Sirtuins are class III histone deacetylase enzymes that use NAD+ as a co-substrate for their enzymatic activities. In mammals seven yeast Sir2p homologue enzymes were identified, which are called sirtuins (SIRT1-7) and these play important roles in aging, metabolism, cancer, inflammation, DNA repair and cellular responses to stress. All mammalian sirtuins contain a conserved catalytic domain including a large and structurally homologous Rossmann-fold domain for NAD+ binding, and a more structurally diverse, smaller, zinc-binding domain. Biochemically, mammalian sirtuins are primarily NAD+-dependent lysine deacetylases, but some of them (SIRT4 and SIRT6) also possess ADP-ribosyltransferase activity.
SIRT1, SIRT6 and SIRT7 are primarily nuclear enzymes which regulate transcription factors and with histone modifications coordinate gene expression programs that can direct the cellular metabolic state. In addition SIRT7 plays important role in rRNA transcription and cell cycle regulation. Cytosolic functions of SIRT1 have also been identified. SIRT2 is largely cytosolic and coordinates microtubule dynamics as well as the activity of transcription factors outside the nucleus. SIRT3, SIRT4 and SIRT5 are located in the mitochondrial matrix and directly alter the activity of many metabolic enzymes. SIRT3 has been found to be a tumor suppressor, mainly by inhibiting mitochondrial ROS production through deacetylation and activation of SOD2, IDH2 and FoxO3a. SIRT4 has important roles in cell metabolism and carcinogenesis as well. SIRT5 functions primarily as a malonyl, succinyl and glutaryl deacylase and controls ammonia detoxification by regulating CPS1, the first enzyme of the urea cycle. Indeed, nearly every sirtuin plays a role in regulating metabolism and energy homeostasis by controlling multiple metabolic pathways, such as lipid and glucose metabolism, ketone bodies synthesis, urea cycle and insulin secretion.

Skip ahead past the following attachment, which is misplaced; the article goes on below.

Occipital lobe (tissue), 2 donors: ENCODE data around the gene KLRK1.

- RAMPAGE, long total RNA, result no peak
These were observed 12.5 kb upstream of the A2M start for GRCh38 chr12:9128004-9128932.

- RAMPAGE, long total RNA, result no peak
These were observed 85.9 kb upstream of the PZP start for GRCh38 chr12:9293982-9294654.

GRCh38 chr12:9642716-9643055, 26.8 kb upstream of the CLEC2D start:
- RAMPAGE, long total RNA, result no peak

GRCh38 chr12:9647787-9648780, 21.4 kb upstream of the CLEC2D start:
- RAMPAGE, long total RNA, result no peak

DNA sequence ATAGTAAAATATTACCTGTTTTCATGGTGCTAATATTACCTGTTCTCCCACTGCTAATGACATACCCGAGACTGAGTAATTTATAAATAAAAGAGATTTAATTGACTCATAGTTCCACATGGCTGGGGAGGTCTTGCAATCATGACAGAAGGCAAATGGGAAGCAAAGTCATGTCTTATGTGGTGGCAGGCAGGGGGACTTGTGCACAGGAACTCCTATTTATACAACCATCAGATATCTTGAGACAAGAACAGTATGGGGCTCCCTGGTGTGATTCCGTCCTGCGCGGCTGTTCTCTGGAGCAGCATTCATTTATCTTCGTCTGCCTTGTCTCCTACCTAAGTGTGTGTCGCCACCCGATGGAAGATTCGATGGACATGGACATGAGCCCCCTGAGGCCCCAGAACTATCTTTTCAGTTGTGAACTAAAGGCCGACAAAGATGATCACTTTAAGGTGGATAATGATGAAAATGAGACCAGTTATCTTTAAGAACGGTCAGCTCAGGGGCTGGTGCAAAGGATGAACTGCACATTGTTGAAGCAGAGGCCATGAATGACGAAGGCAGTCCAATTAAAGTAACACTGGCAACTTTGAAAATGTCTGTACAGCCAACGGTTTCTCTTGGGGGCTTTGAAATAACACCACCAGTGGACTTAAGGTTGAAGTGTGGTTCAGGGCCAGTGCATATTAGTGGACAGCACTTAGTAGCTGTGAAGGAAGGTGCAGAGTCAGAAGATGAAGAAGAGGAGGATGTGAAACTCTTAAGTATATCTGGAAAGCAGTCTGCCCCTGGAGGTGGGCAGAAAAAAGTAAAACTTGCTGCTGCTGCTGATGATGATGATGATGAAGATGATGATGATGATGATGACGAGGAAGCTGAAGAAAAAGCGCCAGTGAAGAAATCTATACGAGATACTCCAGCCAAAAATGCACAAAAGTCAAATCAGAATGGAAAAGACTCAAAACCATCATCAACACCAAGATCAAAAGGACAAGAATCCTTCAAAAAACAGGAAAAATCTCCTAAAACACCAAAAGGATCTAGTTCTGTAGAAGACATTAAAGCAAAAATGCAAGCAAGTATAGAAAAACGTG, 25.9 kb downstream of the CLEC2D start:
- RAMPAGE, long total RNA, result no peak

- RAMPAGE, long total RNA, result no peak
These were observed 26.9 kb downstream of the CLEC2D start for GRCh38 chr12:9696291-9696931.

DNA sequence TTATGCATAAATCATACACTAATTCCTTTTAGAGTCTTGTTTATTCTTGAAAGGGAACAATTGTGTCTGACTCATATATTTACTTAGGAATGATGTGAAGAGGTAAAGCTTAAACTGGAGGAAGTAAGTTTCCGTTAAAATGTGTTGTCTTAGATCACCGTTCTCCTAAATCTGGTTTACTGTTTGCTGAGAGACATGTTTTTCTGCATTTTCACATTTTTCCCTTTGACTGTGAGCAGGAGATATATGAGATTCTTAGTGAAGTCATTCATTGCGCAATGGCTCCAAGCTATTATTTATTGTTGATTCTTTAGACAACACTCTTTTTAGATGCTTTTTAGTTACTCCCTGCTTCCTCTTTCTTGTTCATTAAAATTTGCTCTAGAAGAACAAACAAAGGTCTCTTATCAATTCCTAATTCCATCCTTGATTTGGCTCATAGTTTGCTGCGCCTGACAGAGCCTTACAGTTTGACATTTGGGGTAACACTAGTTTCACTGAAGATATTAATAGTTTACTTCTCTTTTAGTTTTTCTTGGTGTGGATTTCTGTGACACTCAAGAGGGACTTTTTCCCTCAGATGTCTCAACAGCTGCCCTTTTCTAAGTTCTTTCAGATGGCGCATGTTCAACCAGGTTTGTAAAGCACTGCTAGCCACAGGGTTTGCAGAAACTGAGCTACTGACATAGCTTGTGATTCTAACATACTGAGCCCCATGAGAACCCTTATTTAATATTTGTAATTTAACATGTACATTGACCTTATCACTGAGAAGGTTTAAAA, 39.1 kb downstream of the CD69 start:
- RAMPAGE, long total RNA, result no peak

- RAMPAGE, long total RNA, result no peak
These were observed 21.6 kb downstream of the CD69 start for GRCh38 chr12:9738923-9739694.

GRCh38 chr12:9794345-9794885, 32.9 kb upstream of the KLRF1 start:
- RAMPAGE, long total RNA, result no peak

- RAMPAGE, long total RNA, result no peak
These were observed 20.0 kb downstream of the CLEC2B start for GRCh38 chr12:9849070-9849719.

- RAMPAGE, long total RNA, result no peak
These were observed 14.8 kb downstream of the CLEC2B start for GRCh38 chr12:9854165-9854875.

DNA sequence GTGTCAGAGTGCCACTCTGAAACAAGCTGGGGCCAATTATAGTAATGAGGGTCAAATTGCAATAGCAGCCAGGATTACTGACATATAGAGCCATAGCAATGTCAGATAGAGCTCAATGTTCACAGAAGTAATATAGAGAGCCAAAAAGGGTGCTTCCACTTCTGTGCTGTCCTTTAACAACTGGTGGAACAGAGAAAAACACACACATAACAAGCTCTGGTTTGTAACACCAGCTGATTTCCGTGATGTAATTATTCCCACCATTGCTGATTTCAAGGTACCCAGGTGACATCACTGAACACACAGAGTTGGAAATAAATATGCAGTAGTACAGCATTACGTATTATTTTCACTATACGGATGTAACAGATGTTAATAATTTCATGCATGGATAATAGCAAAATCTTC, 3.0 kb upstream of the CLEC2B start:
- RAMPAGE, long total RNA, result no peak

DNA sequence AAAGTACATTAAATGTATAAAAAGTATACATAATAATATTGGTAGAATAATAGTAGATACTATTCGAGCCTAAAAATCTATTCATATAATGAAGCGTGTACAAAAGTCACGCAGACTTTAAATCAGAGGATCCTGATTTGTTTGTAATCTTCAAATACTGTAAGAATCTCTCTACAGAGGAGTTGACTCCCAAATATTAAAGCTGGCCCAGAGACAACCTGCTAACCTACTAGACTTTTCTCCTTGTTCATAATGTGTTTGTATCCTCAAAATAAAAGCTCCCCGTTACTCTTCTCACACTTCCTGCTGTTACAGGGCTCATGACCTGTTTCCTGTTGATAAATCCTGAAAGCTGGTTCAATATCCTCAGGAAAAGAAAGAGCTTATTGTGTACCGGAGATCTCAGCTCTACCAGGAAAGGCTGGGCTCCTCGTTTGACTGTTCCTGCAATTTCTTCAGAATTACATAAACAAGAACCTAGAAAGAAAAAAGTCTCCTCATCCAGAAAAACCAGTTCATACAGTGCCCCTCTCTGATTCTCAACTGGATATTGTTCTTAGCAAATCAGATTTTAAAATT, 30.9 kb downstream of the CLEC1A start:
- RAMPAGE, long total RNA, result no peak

Out of the seven sirtuins, SIRT3, SIRT4 and SIRT6 have been recently shown to directly regulate metabolic reprogramming in cancer cells. Moreover, SIRT1, SIRT2 and SIRT7 could potentially afffect cancer metabolism by modulating the activity of important metabolic processes.
Calorie restriction (CR) and fasting induce sirtuin expression, because reduction in energy intake leads to increased carbon oxidation in mitochondria, which produces NAD+, the key activator of sirtuins, from NADH. The polyphenol resveratrol (RSV) was the first compound described able to mimic CR by stimulating sirtuins. Due to its poor bioavailability, reformulated versions of RSV with improved bioavailability have been developed. Treatment with RSV (resVida, Longevinex, SRT501) showed a marked reduction in signs of aging, tumorigenesis, and also enhanced mitochondrial biogenesis, improved metabolic signaling pathways, and blunted pro-inflammatory pathways. Molecules that are structurally unrelated to resveratrol (SRT1720, SRT2104, SRT2379) have been also developed to stimulate sirtuin activities more potently than resveratrol.
Sirtuin inhibitors with a wide range of core structures have been identified for SIRT1, SIRT2, SIRT3 and SIRT5 (splitomicin, sirtinol, AGK2, cambinol, suramin, tenovin, salermide). SIRT1 inhibition has been proposed in the treatment of cancer, immunodeficiency virus infections, Fragile X mental retardation syndrome and for preventing or treating parasitic diseases, whereas SIRT2 inhibitors might be useful for the treatment of cancer and neurodegenerative diseases.